Corynebacterium accolens is a rare human pathogen. We encountered a case of C. accolens isolated from a thigh collection in a man with osteomyelitis of the adjacent pubic symphysis.

abstract

http://jcm.asm.org/cgi/content/abstract/48/2/654

January 30, 2010 at 7:50 pm Leave a comment

Severe Leptospirosis in Hospitalized Patients, Guadeloupe

Emerging Infectious Diseases Feb 2010 V.16 N.2

Cécile Herrmann-Storck,  Magalie Saint Louis, Tania Foucand, Isabelle Lamaury, Jacqueline Deloumeaux, Guy Baranton, Maurice Simonetti, Natacha Sertour, Muriel Nicolas, Jacques Salin, and Muriel Cornet

Guyane University, Guadeloupe, French West Indies (C. Herrman-Storck, M. Saint Louis, T. Foucand, I. Lamaury, J. Deloumeaux, M. Simonetti, M. Nicholas, J. Salin); Institut Pasteur, Paris, France (G. Baranton, N. Serour, M. Cornet); and Paris Descartes University, Paris (M. Cornet)

Abstract

We evaluated prognostic factors for leptospirosis in 168 consecutive hospitalized patients in Guadeloupe. Factors independently associated with severity included chronic hypertension or chronic alcoholism, late initiation of antibacterial therapy, abnormal chest auscultation results, icterus, oligoanuria, disorders of consciousness, elevated aspartate aminotransferase levels, hyperamylasemia, and Leptospira interrogans serovar Icterohemorrhagiae.

Full Text

http://www.cdc.gov/eid/content/16/2/331.htm

PDF

http://www.cdc.gov/eid/content/16/2/pdfs/331.pdf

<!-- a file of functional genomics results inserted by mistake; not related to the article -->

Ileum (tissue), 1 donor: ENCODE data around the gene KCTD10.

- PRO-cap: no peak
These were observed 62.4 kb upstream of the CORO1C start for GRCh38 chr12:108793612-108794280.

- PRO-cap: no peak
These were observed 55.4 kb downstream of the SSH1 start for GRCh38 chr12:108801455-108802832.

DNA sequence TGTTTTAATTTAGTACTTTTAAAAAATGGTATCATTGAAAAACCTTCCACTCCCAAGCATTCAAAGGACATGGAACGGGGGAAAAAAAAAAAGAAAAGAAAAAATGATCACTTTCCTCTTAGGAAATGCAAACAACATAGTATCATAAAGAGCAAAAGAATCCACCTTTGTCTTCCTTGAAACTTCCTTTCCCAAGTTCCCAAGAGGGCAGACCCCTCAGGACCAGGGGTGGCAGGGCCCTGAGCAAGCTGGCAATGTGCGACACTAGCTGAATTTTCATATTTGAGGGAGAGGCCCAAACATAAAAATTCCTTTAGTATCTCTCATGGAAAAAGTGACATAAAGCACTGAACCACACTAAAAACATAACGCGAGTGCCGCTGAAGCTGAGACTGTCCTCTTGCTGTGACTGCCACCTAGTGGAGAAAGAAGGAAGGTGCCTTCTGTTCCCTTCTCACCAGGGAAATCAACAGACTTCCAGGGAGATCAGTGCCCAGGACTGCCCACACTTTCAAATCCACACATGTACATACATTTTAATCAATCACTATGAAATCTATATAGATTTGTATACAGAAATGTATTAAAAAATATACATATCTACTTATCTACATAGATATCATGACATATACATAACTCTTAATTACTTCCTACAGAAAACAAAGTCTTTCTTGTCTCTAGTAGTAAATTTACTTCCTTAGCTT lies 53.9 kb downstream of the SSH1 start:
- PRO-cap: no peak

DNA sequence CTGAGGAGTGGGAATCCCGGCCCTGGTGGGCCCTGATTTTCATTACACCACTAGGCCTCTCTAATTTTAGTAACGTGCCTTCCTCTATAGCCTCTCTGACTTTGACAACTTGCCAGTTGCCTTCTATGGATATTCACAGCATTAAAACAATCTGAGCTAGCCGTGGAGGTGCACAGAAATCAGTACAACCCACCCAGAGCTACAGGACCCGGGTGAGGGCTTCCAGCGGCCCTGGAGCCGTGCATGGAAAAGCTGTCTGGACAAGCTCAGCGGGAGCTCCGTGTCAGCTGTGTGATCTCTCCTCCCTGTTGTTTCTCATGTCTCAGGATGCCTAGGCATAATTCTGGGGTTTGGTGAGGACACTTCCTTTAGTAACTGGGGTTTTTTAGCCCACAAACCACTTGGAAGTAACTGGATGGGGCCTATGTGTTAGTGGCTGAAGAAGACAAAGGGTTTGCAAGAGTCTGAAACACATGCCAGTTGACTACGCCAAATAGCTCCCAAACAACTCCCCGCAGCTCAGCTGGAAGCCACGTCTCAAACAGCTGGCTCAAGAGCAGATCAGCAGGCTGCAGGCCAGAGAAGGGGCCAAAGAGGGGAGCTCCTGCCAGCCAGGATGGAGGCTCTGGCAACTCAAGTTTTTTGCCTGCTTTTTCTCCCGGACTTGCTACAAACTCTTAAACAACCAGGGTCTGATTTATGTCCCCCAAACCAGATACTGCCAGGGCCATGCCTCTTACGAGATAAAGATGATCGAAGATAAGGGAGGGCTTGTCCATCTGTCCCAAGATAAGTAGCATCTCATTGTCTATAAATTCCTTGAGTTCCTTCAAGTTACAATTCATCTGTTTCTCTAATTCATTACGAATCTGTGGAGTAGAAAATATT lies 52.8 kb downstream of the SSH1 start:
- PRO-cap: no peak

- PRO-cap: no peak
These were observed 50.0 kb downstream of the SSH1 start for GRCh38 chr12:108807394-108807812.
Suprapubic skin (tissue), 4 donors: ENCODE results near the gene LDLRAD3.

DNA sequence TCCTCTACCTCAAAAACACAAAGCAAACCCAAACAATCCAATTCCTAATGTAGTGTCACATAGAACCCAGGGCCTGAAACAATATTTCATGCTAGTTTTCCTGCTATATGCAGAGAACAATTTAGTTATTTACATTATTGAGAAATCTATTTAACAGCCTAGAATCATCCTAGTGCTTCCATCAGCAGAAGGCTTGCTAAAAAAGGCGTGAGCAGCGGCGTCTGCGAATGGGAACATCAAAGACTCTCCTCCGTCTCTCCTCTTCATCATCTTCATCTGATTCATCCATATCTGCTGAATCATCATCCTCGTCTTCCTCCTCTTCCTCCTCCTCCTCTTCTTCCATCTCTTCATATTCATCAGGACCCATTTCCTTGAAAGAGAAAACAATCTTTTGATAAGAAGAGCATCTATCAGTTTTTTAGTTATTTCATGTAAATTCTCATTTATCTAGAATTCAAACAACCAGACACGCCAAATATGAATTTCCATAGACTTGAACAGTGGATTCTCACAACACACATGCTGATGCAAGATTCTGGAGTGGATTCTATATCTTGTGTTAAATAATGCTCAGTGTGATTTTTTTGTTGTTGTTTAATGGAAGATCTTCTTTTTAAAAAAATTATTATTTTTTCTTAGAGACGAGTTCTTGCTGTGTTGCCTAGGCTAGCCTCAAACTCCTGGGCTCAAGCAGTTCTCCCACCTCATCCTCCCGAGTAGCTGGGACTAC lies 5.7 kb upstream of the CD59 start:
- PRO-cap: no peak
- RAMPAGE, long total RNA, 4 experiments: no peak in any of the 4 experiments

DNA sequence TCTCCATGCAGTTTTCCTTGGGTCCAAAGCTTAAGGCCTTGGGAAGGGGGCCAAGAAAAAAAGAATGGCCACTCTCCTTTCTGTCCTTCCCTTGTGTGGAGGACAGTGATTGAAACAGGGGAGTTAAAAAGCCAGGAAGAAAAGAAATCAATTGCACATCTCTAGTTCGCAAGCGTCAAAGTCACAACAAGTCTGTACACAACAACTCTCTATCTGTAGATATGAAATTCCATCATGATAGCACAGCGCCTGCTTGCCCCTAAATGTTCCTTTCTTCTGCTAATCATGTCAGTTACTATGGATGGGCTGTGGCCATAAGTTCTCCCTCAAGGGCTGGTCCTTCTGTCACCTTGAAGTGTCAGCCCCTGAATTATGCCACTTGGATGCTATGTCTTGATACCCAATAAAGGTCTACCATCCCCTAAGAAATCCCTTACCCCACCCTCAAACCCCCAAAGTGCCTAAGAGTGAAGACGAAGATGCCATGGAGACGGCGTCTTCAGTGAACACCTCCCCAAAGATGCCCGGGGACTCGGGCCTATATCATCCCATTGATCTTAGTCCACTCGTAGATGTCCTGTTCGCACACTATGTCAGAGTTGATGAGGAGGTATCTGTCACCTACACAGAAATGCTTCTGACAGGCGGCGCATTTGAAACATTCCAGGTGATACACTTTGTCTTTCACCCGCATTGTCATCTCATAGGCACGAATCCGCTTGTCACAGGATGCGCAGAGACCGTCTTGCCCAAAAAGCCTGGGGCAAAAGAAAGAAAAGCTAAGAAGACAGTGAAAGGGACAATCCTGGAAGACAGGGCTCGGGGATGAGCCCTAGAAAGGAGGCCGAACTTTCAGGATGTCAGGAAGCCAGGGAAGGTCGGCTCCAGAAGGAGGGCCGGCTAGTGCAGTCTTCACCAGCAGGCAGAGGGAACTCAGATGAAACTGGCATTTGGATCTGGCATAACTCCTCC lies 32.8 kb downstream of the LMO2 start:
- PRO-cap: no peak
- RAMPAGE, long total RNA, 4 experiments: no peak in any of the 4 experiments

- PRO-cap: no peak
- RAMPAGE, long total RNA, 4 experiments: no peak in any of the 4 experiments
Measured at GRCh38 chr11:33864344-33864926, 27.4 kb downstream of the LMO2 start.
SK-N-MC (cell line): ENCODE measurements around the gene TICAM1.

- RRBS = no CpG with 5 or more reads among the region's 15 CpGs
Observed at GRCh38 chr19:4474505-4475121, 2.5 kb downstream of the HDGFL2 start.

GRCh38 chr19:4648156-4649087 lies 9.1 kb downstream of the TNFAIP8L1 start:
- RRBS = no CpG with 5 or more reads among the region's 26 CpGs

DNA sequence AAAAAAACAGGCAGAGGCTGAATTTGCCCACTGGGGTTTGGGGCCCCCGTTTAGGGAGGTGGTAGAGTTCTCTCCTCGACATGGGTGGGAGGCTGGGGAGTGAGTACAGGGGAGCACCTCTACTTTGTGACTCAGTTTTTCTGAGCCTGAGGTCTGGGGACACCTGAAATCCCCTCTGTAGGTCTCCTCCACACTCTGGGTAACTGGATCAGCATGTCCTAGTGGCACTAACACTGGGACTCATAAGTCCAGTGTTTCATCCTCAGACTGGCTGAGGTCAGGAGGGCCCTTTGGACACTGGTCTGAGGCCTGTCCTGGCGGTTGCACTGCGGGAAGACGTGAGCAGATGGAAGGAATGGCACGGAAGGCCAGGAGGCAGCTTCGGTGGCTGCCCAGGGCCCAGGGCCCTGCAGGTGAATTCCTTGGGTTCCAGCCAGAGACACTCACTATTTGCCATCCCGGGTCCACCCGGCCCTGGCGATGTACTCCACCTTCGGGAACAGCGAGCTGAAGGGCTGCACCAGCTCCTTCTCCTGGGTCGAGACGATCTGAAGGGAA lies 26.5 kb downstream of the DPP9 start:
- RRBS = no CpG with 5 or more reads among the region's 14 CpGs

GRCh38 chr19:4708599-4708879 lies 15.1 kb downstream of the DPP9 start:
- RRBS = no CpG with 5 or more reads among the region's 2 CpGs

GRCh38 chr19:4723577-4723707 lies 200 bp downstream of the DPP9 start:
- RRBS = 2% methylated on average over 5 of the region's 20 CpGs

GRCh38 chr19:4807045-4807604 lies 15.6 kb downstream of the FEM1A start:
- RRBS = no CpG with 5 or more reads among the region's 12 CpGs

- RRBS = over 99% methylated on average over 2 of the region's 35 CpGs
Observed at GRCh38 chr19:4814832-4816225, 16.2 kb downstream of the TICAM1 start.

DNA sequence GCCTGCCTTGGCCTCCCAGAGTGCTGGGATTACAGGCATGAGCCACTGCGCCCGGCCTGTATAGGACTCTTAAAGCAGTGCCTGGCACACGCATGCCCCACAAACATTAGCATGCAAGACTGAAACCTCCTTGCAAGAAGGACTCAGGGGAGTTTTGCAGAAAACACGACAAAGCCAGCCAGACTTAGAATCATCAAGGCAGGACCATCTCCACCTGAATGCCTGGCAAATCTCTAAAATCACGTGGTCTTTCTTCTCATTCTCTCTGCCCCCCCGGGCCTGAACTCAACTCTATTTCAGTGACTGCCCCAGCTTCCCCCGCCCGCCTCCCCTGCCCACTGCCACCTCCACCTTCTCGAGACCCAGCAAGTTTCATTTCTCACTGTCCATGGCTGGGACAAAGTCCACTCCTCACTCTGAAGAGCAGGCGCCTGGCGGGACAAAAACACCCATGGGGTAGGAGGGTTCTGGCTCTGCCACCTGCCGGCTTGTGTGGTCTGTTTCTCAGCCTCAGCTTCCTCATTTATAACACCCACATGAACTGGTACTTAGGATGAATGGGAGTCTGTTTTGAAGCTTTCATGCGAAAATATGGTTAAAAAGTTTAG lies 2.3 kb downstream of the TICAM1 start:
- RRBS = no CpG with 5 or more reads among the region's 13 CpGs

January 30, 2010 at 12:35 pm Leave a comment

Community-associated Methicillin-Resistant Staphylococcus aureus in Outpatients, United States, 1999–2006

Emerging Infectious Diseases  Dec. 2009  V.15  N.12

Eili Klein, David L. Smith, and Ramanan Laxminarayan

Princeton University, Princeton, New Jersey, USA (E. Klein, R. Laxminarayan); University of Florida, Gainesville, Florida, USA (D.L. Smith); and Resources for the Future, Washington, DC, USA (E. Klein, D.L. Smith, R. Laxminarayan)

Community-associated methicillin-resistant Staphylococcus aureus (CA-MRSA) has become a major problem in US hospitals already dealing with high levels of hospital-associated MRSA (HA-MRSA). Using antimicrobial drug susceptibility data for 1999–2006 from The Surveillance Network, we characterized the relationship between outpatient and inpatient levels of CA-MRSA nationally. In outpatients, the frequency of CA-MRSA isolates has increased >7× during 1999–2006, which suggests that outpatients have become a major reservoir for CA-MRSA. However, contrary to results in other reports, although CA-MRSA increases are associated with decreases in the frequency of HA-MRSA in hospitals, the decreases are only modest. This finding suggests that instead of replacing HA-MRSA in the hospital, CA-MRSA is adding to the overall presence of MRSA already found within the hospital population.

abstract

http://www.cdc.gov/eid/content/15/12/1925.htm

PDF

http://www.cdc.gov/eid/content/15/12/pdfs/1925.pdf

January 30, 2010 at 12:30 pm Leave a comment